We passed so many tempting sites and sights on the way, but I didn't stop. I did make a vow to come back often to the Oregon Coast and to devote a day or two to just going to all the campsites and recreation areas, scenic viewpoints and beach access trails. It seemed like every 50 yards there was another place I wanted to see. 

But, driven by our glass treasure hunt, we pressed on.

We did stop here, for lunch,
but only stayed as long as it took to eat.
I could have lingered here, as well as many of other gorgeous places along the way, but I wanted to have plenty of daylight left for glass hunting and playing on the beach when we got there.

It was about 3:30 by the time we pulled into Lincoln City.
videoIt was foggy and cold. The temperature hadn’t reached above 55 degrees all day, in fact. It was quite chilly. And it was kind of a mad-house. It was mobbed with people. Everyone, his brother and their dog, it seems were also coming on a glass hunt today.
Suddenly, it wasn’t nearly as appealing as I had imagined it being. The last time we were in Lincoln City, we had the beach to ourselves. I guess this Finders Keepers Glass Treasure Hunt was a success in getting people to come to Lincoln City from all over. 

However, considering the time of day (still early), the weather (cold and grey) and the scene (packed), I decided to keep driving on to Portland, where I was planning to drive to the next day. It seemed like taking the extra 90 minute drive was a better way to spend the afternoon than sitting in the Motel 6, dealing with the crowd on the beach or walking through Lincoln City. Portland was much more interesting a city to walk through, and it would mean tomorrow is a no-driving day.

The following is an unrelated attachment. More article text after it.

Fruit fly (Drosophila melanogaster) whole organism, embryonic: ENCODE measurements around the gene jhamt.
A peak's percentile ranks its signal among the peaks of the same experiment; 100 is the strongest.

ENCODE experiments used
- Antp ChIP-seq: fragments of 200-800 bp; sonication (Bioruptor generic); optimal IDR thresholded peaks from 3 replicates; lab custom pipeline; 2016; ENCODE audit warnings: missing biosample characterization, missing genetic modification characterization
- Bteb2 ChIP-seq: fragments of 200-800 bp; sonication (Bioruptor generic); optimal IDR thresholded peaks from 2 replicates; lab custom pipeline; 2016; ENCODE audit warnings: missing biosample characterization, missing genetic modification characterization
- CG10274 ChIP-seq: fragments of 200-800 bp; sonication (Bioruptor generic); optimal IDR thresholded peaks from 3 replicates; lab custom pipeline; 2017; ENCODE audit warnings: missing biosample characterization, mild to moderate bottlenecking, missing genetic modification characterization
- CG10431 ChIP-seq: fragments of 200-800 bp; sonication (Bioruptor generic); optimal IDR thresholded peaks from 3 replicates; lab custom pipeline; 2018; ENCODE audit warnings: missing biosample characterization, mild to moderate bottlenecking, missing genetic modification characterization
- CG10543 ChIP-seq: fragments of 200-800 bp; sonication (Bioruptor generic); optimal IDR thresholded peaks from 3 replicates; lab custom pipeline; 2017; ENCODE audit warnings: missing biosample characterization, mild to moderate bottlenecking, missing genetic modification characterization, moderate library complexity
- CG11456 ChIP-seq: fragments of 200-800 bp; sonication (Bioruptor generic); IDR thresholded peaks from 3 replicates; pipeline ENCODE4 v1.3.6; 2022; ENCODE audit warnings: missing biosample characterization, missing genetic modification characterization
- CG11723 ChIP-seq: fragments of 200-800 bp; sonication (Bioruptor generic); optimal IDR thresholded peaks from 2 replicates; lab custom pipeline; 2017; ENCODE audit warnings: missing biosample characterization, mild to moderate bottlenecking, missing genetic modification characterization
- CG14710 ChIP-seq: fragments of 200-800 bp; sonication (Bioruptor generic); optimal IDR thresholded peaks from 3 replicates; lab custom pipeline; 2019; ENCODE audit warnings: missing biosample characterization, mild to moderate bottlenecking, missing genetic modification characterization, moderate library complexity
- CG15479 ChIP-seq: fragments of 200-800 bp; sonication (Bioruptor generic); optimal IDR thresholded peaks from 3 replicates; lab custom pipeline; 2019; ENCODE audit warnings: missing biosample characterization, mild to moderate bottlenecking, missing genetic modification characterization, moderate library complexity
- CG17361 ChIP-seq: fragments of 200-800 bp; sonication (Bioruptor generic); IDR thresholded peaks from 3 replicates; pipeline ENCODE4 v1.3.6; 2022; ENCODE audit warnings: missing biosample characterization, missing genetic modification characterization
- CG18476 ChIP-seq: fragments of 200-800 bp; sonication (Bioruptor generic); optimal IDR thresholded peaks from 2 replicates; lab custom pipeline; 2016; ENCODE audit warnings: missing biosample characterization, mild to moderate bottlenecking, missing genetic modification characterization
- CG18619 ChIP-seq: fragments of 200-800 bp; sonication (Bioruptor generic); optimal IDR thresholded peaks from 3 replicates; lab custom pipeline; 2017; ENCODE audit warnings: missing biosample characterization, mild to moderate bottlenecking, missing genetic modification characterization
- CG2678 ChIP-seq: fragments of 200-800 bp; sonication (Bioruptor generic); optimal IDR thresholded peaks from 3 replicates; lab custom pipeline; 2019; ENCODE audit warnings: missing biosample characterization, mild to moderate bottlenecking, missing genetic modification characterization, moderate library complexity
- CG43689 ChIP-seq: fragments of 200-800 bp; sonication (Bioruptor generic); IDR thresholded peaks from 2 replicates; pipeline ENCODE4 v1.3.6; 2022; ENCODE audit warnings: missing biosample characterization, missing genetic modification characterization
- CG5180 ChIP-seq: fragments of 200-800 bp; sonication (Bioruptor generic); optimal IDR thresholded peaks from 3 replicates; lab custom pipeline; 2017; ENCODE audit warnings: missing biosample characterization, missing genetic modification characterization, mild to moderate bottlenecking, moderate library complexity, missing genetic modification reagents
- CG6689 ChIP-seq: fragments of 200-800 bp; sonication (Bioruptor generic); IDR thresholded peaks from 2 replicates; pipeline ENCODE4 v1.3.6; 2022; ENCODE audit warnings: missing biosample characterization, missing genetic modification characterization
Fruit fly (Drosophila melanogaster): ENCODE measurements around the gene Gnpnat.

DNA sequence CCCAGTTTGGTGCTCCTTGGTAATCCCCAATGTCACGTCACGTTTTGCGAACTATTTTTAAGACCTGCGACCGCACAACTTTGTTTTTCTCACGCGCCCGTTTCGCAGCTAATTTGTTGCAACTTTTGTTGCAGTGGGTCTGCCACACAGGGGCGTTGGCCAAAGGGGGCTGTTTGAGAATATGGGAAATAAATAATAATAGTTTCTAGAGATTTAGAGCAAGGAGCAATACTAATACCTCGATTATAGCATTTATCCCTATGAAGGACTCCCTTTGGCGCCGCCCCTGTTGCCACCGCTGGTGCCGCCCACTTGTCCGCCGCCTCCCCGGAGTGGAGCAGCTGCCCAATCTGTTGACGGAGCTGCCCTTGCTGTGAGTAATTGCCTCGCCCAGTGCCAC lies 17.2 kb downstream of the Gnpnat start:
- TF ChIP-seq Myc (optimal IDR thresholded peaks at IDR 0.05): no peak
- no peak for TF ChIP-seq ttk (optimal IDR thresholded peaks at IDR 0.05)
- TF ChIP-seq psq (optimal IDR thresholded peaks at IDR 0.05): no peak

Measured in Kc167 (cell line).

So now I’m in Portland.
I will say this. It is definitely dinner time.

Saturday, October 19, 2013

West Coast Farms, Mountains, Forests and Ocean

We slept in late and were leaving Medford at about noon. It was a doleful drive through town on the way out as I passed Marco’s Pepper Grill. It was vacant, with a For Lease sign on the window.

We went south at first, because I wanted to drive through Talowa Dunes and Cape Blanco and was in no hurry to get to the motel in Coos Bay. Most of the drive was through California on winding roads through an autumnal forest.

We stopped after driving for a couple of hours and found ourselves at this rest area near a long tunnel. 


We explored a little bit and then exercised,  playing tug and push and chase and then we practiced some heeling. I was using the 50 foot leash and not giving him physical corrections, but just using my voice to make him walk at my side all the way to the trash cans and all the way back to the car. He did a great job.
Then we had lunch.

Jedediah Smith State Park was awesome. The size of some of those giant Redwood trees was staggering; not to mention all the lush ground cover growing wild. And the leaves were just starting to change so there was a lot of green and a lot of big swatches of yellow, orange and red.

We drove over this bridge over the Rogue River.

What was interesting as we went into Oregon and got near the coast, we hit a layer of clouds. So some of the drive was sunny and some was cloudy, but my favorite moments were the ones with both. They were rare, but sometimes the sun would shine through the fog and make this cool, eerie glow.

At one point, driving through Oregon, I noticed that I could see cows grazing on a farm on my right side,  and sandy dunes and the waves of the Pacific Ocean on my left. Straight ahead were mountains covered with dense, green forest.